The State Board of Veterans Affairs met on May 15th and voted unanimously not to accept existing facilities for conversion to state veterans homes. The Board directed the commissioner of the Alabama Department of Veterans Affairs (ADVA) to not accept any existing facilities. The renovation of existing buildings and long-term upkeep costs make such projects ill-advised.
“The recent changes to the federal guidelines sought by the National Association of State Directors of Veterans Affairs have given states more leeway in constructing new veterans homes,” Dee Hardin, vice chairman of the State Board of Veterans Affairs, said. “However, we are still bound by other federal requirements including a requirement to provide our residents with a homelike atmosphere.”
States must comply with the Code of Federal Regulations (CFR) requirements for construction and/or renovations. CFR 59-130 states that the project must “provide sufficient space and equipment in dining, health services, recreation, and program areas to enable staff to provide residents with needed services.” The interior and exterior of state homes should resemble an attractive and homelike environment.
The ADVA’s living facilities have a homelike environment, not a hospital-like atmosphere. Veterans homes are not hospital or medical centers, although veterans homes staff will transport the veteran for appointments of acute care. “Our veterans are residents in our homes and we provide them with the dignity and privacy that they had in their own home,” W. Clyde Marsh, ADVA commissioner, said. “State Veterans Homes do not provide lifesaving procedures or acute care, but instead are a daily living facility. These homes are the residence of the aging veterans and must meet their needs with the dignity and respect they have earned and deserve!”
Alabama has 227 nursing homes with just over 26,000 available beds. Four of these facilities are state veterans homes with 704 available beds, providing an additional option for some veterans. This option is based on availability for veterans as are community nursing homes as well as private sitters and private/personal caregivers that assists veterans at home.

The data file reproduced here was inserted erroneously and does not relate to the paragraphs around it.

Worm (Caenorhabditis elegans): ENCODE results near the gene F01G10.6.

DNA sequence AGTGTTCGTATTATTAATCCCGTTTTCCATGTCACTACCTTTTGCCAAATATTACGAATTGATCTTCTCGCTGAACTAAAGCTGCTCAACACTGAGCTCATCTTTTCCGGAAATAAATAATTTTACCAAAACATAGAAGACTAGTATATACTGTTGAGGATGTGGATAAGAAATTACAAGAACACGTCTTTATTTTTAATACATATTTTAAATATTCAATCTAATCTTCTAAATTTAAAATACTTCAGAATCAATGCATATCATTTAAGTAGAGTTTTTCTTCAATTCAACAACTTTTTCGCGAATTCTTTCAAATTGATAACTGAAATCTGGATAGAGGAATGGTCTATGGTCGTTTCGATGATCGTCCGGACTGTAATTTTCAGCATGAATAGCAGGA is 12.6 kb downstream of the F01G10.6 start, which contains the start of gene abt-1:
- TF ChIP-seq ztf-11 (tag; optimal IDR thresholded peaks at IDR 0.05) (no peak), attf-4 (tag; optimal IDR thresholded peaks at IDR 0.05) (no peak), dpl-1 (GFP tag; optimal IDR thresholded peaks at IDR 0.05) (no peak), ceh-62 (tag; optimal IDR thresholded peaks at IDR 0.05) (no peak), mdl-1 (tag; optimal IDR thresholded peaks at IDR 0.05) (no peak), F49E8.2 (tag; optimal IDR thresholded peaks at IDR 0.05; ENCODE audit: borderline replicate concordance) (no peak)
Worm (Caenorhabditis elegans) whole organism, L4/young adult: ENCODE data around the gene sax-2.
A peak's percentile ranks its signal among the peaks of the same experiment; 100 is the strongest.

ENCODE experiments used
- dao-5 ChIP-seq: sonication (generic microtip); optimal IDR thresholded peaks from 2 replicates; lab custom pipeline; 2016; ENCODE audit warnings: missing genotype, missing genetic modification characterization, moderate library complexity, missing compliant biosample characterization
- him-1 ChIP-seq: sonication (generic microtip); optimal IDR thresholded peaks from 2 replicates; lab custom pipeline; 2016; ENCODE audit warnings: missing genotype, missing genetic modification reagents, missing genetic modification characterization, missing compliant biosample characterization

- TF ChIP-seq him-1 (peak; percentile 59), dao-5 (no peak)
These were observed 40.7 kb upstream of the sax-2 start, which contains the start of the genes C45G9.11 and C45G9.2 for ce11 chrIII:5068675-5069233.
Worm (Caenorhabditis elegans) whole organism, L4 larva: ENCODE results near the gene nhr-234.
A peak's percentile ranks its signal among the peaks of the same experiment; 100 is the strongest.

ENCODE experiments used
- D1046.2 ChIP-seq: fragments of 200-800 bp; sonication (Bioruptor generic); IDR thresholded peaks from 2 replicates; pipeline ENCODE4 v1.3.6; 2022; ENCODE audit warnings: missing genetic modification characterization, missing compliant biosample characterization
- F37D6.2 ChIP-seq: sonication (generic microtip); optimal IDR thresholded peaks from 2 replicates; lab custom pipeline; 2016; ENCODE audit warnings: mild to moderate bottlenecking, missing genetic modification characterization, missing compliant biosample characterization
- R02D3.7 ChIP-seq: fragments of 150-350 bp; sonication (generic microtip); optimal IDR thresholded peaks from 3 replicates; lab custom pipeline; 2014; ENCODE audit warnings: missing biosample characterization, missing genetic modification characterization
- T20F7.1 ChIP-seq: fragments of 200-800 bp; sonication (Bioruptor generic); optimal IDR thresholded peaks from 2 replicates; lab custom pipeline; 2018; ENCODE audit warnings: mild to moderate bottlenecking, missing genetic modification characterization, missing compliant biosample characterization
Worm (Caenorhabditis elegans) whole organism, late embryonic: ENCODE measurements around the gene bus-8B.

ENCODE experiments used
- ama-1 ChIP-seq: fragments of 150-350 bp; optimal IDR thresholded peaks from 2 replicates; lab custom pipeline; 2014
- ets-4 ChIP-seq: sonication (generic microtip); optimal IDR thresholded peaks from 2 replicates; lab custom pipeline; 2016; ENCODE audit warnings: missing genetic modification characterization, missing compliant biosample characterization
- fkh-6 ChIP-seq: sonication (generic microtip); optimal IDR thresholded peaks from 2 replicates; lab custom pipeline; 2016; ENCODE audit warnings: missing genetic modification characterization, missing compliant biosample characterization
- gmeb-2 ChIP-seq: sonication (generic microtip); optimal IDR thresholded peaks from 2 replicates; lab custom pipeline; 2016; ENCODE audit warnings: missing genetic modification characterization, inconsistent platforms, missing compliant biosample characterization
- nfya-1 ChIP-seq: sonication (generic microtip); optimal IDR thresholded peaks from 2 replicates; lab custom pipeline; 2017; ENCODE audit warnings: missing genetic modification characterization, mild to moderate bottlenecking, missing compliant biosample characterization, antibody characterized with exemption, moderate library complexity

“It is important to clarify that veterans are not dying because they are not getting into our state veterans homes,” he said. “The majority of these veterans will die due to age related conditions whether they are in a hospital setting, private nursing facility, a state veterans home or at their own home.”
A feasibility study has been budgeted for FY18. The results of this study will guide our future decisions on what type of services our veterans need and the best location to provide those services for the most impact. This will also provide the supporting documentation needed to be awarded a VA construction grant which usually covers approximately two-thirds of the construction costs.
“We have worked too hard to provide the best for our fellow Alabama veterans to go backwards now,” Ken Rollins, chairman of the State Veterans Homes committee, said. “We owe them.”
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